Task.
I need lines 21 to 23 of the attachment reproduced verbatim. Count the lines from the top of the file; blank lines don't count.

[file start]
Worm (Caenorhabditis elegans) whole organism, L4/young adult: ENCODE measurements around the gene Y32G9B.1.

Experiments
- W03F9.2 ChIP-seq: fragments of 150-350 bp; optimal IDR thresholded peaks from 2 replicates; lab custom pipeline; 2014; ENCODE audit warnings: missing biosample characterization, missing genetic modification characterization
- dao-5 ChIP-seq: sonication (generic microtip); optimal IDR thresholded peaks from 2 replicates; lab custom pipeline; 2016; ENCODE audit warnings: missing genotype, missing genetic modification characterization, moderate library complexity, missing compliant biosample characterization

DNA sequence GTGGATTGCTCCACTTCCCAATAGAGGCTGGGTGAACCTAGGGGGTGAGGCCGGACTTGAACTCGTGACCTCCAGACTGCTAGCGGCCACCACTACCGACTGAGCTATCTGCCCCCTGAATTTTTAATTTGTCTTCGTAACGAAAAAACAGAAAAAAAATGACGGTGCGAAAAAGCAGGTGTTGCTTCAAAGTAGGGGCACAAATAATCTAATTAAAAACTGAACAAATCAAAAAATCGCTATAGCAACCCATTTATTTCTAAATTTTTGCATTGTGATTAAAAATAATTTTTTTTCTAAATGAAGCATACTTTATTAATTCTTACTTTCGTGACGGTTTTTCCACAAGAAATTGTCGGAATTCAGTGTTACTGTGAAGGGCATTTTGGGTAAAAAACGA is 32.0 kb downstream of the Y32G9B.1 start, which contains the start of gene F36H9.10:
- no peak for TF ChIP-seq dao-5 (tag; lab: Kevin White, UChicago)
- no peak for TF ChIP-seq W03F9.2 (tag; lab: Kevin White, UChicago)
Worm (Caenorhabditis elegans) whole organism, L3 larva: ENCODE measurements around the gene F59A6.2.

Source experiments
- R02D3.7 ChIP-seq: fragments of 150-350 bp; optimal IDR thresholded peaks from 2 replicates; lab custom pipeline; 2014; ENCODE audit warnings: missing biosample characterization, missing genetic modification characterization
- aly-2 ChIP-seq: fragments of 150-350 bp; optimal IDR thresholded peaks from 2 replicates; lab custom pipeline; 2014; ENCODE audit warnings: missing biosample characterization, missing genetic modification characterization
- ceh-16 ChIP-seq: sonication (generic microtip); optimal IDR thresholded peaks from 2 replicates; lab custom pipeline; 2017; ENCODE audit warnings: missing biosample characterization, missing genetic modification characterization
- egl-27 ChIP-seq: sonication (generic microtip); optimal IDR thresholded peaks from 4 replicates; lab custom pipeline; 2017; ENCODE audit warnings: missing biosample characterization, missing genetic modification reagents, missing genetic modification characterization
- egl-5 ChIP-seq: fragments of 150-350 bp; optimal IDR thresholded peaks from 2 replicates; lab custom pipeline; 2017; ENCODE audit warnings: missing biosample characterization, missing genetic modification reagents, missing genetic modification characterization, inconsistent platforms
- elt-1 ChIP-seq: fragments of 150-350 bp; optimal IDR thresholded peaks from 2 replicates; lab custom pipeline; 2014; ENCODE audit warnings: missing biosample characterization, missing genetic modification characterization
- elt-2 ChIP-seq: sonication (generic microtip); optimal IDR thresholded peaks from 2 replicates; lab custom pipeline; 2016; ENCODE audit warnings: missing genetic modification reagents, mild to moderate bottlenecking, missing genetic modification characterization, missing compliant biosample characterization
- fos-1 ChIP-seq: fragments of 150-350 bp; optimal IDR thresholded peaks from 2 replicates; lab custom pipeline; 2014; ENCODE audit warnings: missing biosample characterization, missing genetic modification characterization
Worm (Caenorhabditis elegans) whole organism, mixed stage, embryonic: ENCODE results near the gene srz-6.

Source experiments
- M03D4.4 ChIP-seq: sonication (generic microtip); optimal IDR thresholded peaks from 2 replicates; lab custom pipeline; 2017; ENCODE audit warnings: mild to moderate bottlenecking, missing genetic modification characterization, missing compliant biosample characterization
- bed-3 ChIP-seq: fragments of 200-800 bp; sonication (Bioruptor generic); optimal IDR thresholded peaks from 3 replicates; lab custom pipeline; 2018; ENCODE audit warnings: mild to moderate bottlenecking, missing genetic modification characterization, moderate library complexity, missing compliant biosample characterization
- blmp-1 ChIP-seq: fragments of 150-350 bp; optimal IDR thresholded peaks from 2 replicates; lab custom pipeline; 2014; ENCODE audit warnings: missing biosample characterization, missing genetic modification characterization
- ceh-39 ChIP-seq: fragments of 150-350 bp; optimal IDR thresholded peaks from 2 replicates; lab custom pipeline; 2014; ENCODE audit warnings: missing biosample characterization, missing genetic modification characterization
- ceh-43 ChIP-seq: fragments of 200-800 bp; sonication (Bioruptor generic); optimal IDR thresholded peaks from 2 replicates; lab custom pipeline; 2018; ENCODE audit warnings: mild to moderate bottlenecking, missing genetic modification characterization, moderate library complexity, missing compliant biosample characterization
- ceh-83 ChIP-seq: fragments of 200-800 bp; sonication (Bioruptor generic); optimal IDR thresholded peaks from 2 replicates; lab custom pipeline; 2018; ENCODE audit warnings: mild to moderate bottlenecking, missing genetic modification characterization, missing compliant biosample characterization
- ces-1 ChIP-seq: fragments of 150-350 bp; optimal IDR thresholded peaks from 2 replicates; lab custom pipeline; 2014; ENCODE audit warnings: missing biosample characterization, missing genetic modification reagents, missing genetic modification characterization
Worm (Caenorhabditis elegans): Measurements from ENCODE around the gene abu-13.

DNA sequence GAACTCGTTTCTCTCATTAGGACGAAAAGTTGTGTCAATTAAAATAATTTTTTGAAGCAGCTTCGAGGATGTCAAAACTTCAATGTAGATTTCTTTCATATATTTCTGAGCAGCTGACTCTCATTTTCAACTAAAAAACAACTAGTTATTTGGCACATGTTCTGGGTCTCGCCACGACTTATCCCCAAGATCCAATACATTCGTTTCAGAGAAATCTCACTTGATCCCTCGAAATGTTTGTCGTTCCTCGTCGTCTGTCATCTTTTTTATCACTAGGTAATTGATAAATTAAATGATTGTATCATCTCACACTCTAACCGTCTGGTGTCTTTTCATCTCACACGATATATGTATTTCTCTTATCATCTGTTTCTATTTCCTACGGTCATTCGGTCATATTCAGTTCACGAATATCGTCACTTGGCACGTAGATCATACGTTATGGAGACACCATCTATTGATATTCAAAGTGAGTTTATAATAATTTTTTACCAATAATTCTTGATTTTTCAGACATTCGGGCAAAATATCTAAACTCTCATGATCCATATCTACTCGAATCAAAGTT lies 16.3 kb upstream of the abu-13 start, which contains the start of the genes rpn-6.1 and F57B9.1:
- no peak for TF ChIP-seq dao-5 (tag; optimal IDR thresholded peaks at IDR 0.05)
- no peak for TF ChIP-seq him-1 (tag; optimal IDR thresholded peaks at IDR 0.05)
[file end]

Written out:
- bed-3 ChIP-seq: fragments of 200-800 bp; sonication (Bioruptor generic); optimal IDR thresholded peaks from 3 replicates; lab custom pipeline; 2018; ENCODE audit warnings: mild to moderate bottlenecking, missing genetic modification characterization, moderate library complexity, missing compliant biosample characterization
- blmp-1 ChIP-seq: fragments of 150-350 bp; optimal IDR thresholded peaks from 2 replicates; lab custom pipeline; 2014; ENCODE audit warnings: missing biosample characterization, missing genetic modification characterization
- ceh-39 ChIP-seq: fragments of 150-350 bp; optimal IDR thresholded peaks from 2 replicates; lab custom pipeline; 2014; ENCODE audit warnings: missing biosample characterization, missing genetic modification characterization